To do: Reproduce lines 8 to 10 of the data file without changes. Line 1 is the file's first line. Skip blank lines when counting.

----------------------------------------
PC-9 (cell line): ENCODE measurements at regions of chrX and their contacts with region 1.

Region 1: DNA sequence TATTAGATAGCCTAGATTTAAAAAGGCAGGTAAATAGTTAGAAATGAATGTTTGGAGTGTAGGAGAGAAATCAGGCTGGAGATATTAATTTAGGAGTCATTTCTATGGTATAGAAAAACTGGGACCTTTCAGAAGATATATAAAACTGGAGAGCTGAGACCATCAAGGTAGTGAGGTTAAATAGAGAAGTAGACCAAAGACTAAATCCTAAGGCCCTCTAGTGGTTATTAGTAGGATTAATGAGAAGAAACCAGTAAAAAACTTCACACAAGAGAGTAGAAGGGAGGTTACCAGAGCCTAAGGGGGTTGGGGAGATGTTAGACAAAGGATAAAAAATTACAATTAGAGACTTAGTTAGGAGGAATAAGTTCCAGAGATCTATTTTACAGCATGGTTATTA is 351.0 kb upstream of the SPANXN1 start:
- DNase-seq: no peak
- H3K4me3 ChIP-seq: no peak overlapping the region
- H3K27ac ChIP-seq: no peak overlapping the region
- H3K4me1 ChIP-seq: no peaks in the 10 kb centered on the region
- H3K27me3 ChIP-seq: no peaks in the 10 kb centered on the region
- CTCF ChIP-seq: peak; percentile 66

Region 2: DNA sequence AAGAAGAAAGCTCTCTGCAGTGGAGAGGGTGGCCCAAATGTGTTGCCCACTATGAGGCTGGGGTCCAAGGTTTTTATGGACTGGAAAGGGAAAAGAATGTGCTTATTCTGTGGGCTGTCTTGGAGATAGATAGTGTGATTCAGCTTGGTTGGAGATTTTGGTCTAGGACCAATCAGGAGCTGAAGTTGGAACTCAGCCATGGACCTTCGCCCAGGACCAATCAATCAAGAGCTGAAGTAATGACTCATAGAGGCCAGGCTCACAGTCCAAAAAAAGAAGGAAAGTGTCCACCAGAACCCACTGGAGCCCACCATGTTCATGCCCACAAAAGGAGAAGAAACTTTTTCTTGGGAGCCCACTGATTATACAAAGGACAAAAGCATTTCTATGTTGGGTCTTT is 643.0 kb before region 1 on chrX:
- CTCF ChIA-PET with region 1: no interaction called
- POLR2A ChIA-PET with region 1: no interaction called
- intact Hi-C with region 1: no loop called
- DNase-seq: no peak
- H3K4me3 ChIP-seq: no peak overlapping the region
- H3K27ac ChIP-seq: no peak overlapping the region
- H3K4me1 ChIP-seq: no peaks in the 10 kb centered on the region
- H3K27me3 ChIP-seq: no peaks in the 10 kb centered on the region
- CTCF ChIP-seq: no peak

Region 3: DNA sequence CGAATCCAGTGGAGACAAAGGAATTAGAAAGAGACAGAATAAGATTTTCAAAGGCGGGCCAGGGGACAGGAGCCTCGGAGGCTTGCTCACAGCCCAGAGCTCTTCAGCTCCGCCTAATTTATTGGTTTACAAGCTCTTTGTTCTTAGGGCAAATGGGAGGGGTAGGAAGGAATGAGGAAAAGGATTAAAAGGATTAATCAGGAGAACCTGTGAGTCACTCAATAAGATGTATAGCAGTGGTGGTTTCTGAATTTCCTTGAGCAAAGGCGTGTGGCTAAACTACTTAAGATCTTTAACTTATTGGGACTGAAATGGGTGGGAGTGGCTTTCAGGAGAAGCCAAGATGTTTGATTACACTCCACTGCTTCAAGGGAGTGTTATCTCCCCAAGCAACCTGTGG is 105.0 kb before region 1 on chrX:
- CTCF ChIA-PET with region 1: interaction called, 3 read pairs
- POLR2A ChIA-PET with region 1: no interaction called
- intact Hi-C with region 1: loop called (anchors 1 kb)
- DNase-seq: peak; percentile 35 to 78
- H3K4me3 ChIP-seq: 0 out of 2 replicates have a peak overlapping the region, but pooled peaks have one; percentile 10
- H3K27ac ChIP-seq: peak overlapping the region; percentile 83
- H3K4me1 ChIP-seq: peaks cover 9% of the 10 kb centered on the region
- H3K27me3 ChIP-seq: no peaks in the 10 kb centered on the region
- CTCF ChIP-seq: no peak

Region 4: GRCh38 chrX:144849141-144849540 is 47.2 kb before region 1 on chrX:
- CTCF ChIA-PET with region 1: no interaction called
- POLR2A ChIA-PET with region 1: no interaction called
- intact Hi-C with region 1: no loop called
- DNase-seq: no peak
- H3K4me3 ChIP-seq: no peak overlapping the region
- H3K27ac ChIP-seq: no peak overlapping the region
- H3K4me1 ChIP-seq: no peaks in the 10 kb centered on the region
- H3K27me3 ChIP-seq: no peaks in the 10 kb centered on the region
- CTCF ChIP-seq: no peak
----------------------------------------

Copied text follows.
- CTCF ChIP-seq: peak; percentile 66

Region 2: DNA sequence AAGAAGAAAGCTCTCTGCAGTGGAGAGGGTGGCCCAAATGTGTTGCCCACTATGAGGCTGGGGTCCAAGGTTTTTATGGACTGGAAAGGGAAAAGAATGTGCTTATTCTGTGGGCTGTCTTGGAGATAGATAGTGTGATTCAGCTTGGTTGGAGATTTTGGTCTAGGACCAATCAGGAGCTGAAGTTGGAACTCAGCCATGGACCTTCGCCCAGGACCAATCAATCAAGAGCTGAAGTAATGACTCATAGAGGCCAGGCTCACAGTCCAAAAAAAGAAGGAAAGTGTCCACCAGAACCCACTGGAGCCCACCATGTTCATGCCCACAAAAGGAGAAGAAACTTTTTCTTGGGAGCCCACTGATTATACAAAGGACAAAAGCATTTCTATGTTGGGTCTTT is 643.0 kb before region 1 on chrX:
- CTCF ChIA-PET with region 1: no interaction called